Tailoring Directly to Their Customers: A Chat With Sue & Robert Prenner
CS: Biggest challenge this year?
BP: The last couple of years our biggest challenges have really been the suppliers we work with, and of course there’s the increasing pressure from the Asian market. Our suppliers are pretty much in Western Europe, Canada, very few left in America unfortunately. We get involved in issues of maintaining quality, because that’s really what we’re about. You can go a lot places and buy a shirt or a tie, it’s our opinion anyway that you can’t buy the quality or the care that goes in to what we sell in too many places. We have to make sure that we maintain absolute precision in what we’re getting — that the colors match the colors that we’ve photographed for the catalog, that the quality is as good, that the deliveries are timely (that’s a big problem too). We live in an instant gratification society, with UPS and FedEx, people want it right away. When we started out, if people got stuff in two or three weeks, big deal. But now they want it in two days, and we have to be ready for that. Also, a lot of our suppliers are getting tired of their struggle and they close down and we have to find new people who are at the same level.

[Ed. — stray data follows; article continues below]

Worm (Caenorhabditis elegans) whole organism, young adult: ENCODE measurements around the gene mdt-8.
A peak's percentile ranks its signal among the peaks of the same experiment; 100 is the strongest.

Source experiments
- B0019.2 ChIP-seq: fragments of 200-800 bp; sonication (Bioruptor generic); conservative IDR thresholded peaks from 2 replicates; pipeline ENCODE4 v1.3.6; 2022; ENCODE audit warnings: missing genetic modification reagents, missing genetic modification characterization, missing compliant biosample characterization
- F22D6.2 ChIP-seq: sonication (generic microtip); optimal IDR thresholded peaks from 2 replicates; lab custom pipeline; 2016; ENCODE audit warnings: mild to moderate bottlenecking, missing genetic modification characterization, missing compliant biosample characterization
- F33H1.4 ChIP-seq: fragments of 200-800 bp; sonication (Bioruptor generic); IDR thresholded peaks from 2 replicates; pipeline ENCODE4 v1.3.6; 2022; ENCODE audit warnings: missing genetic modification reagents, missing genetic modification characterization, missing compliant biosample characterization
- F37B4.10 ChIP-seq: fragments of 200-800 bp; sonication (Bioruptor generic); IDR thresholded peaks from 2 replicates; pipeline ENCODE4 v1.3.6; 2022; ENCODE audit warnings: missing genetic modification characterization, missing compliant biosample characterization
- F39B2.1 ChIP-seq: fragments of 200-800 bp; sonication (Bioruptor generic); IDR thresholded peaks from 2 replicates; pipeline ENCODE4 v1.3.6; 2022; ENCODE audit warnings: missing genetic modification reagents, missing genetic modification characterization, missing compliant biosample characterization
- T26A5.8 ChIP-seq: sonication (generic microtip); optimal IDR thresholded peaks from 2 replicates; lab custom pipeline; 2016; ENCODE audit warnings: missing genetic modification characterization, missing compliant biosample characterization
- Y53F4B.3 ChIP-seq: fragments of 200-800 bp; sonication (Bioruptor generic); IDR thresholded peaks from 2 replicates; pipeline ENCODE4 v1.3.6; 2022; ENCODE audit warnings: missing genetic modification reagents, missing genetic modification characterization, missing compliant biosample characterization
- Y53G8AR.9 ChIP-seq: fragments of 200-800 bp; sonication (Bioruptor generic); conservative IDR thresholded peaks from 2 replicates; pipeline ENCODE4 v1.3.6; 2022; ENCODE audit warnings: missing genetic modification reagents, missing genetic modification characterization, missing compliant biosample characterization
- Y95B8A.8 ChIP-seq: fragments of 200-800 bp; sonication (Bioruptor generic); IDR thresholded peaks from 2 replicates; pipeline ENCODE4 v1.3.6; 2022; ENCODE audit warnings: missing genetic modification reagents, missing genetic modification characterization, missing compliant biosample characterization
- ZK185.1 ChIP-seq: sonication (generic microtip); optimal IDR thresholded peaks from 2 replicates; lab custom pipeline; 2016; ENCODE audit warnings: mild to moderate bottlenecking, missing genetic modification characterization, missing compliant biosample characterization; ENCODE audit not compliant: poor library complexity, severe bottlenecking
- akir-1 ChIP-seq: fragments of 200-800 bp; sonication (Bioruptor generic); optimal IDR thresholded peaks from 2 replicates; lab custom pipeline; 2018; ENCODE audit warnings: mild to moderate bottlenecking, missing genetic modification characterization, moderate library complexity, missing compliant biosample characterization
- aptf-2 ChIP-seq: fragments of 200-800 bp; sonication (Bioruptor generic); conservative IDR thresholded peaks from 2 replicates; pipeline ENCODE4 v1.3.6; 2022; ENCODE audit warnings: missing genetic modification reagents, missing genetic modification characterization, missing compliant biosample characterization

SP: The people who are at our level of the industry, high-level men’s clothing and accessories, are able to produce at the level that we’re producing are big names that are able to sell at wholesale as well as at retail. So therefore they’ve positioned their retail pricing to be extremely high. The people that we’re talking about are the Polo’s, the Brioni’s or the very, very big names in Italy. We want to stay at a price point that is fair and yet consistent with the quality. It’s very hard to be in that position.